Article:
The Perfection of an Essence

Foreword by Stan Lerner: written as only the great Alec Silverman can the story of Mad Vanilla to follow is a sweet treat to end the day. I am also familiar with this precious substance and find it a great source of pride that it can only be found here in downtown Los Angeles. 

Great chefs are always seeking the finest ingredients, winemakers the best fruit and perfumers the purest expression of each aroma in fragrances.  What they have in common is reliance on highly developed olfactory sense.  Practitioners of the three above named professions would be thrilled to discover what Dan Norton shared with me last Monday; but it is pastry chefs – also called pâtissiers – who might have to change their underwear after tasting this product.   He has created what may be the greatest vanilla extract ever produced in the U.S.

This unsweetened precious flavoring agent has the most sublime and potent vanilla flavor and aroma imaginable.  
It was made with one of the world’s most sought after vanilla beans, the Madagascar Black Bourbon species.  Because it has been aged for six years, (compared to the twenty-day average of commercially available vanilla extracts), it has developed what wine experts refer to as bouquet: a complex combination of fragrances.  Although it has never touched wood, it has notes of cedar as well as plum, dried fig, white pepper and woodsmoke.  Just like wine grapes, vanilla beans develop character specific to their variety and the place they are cultivated.  These elongated seed pods are the fruit of the vanilla orchid.  They require three years to develop into fruit bearers.  After harvest they must be sun-dried for up to six months during which time they also ferment and develop their distinctive flavor and aroma.  There are about 110 different species and they have global proliferation in the tropical and subtropical regions of four continents and many islands.  

Using a 35% higher than normal concentration of vanilla beans he infused super-premium vodka , steeping this brew for six years.  
In the early 2000’s the entire crop of this prized orchid was destroyed by cyclones, the most devastating of which was named Huddah.  These catastrophic storms plunged the island-nation’s economy into desperation as their two most important export crops, vanilla and coffee, were lost.  This drove the price of Mr. Norton’s beans to over $240 a pound when they were last seen on the market, five years ago.  Although he would like to make more extract he can’t get these vanilla beans anymore.  The nurseries have rebounded but seed pods of the size and quality of the 2003 crop have not yet been produced.  Thankfully, unlike many other flora and fauna of Madagascar, they haven’t become recently extinct. (Over twenty percent of the world’s plant and animal species are exclusive to the African island, which is slightly larger than the country of France, from which it became independent in 1960.  Indeed, for this biodiversity some scientists refer to it as the “eighth continent”.)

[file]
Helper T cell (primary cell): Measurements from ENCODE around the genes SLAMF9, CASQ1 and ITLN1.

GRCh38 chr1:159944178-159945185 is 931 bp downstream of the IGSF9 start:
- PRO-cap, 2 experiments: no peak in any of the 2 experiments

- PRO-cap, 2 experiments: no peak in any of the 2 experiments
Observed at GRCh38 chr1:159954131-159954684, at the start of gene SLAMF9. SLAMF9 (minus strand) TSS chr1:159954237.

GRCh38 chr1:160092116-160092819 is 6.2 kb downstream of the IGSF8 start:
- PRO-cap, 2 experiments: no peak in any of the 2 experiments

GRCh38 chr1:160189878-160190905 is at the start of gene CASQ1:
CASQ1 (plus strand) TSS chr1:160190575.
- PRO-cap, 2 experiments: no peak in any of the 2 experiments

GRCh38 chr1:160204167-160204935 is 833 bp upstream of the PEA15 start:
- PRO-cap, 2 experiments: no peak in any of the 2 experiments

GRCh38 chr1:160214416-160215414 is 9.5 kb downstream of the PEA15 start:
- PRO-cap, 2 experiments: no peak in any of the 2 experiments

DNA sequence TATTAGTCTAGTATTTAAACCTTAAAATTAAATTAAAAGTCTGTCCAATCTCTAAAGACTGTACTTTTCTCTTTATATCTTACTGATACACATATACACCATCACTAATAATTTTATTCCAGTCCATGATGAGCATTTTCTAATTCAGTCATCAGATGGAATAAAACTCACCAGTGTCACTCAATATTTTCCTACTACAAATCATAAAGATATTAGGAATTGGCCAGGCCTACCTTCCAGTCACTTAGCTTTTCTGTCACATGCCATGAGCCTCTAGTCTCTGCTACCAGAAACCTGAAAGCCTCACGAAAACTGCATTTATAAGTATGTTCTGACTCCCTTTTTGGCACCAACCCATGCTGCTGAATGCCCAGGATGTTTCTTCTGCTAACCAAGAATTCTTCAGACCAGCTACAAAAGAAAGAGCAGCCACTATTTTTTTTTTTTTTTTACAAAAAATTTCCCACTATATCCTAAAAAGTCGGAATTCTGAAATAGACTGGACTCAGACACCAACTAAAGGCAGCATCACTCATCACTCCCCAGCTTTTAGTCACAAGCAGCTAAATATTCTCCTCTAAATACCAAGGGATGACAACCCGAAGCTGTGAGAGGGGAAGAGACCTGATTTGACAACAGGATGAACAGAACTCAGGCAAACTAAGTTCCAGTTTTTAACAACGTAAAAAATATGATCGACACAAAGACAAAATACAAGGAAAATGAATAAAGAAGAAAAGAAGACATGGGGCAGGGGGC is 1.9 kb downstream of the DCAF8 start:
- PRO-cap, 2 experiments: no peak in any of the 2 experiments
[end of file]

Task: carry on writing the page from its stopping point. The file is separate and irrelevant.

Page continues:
Necessity being the mother of invention, and Mr. Norton being the type of man who is driven to pursue the highest degree of excellence, there simply wasn’t a good enough vanilla extract to put into his family’s secret recipe Irish Pound Cake.  This clandestine information is no joke; it’s been in the family for over 250 years.  It’s not for sale and it would require torture to get it out of him.  If the expense he has gone to seems extravagant bear in mind that pound cake was named after the British Pound and one pound 250 years ago is the equivalent of hundreds of dollars today.

Dan Norton’s family hails from Charlestown in County Mayo, Ireland.  
He has a classic Celtic appearance with his dense, closely-cropped salt and pepper hair; thick, black eyebrows over intense blue eyes; thin nose; and strong chin.  He is a senior network engineer for Technicolor in digital content delivery and a resident of downtown.  A very interesting man to talk to, he has an encyclopedic command of general knowledge.  I knew I was going to be in for something great when he told me he would bring in a sample of this handcrafted vanilla essence.  
He calls it Mad Vanilla an excellent double entendre for its Madagascar source and its “mad” quality.  Of course, double entendres usually have a risqué connotation so consider: the word vanilla has the same Latin root as the word vagina, meaning sheath.   

If you have friends who are pastry chefs, you should let them know about this product.  As anyone who makes ice cream or gelato knows there are national competitions for the best vanilla ice cream.  It is considered the benchmark flavor of any given brand.  If you get Mad Vanilla, you can now make the best at home or custard or crème brulée or vanilla candy such as caramel, or any cake or pastry or icing – even Irish Pound Cake.  You’ll need your own recipe though.
Postscript: Mr. Norton will soon be providing Downtownster’s
writers with samples of the Norton Family Irish Pound Cake and a yet-to-be-named chiplote chile salsa cruda. We will be reviewing them in this blog.  These products should be available in the not too distant future.

Contact information:
Dan Norton can be reached at: deveyn(at)

One thought on “The Perfection of an Essence”

  1. Yes, “Mad Vanilla”, indeed; my taste buds are stimulated and ready to try the famous Norton Family Pound Cake. I have had the pleasure of trying Dan’s vanilla — only sparce drops at a time — and can attest to the deliousness of the flavor, and his efforts toward its creation. Let’s continue to spead the word of availability of this amazingly sweet treat…

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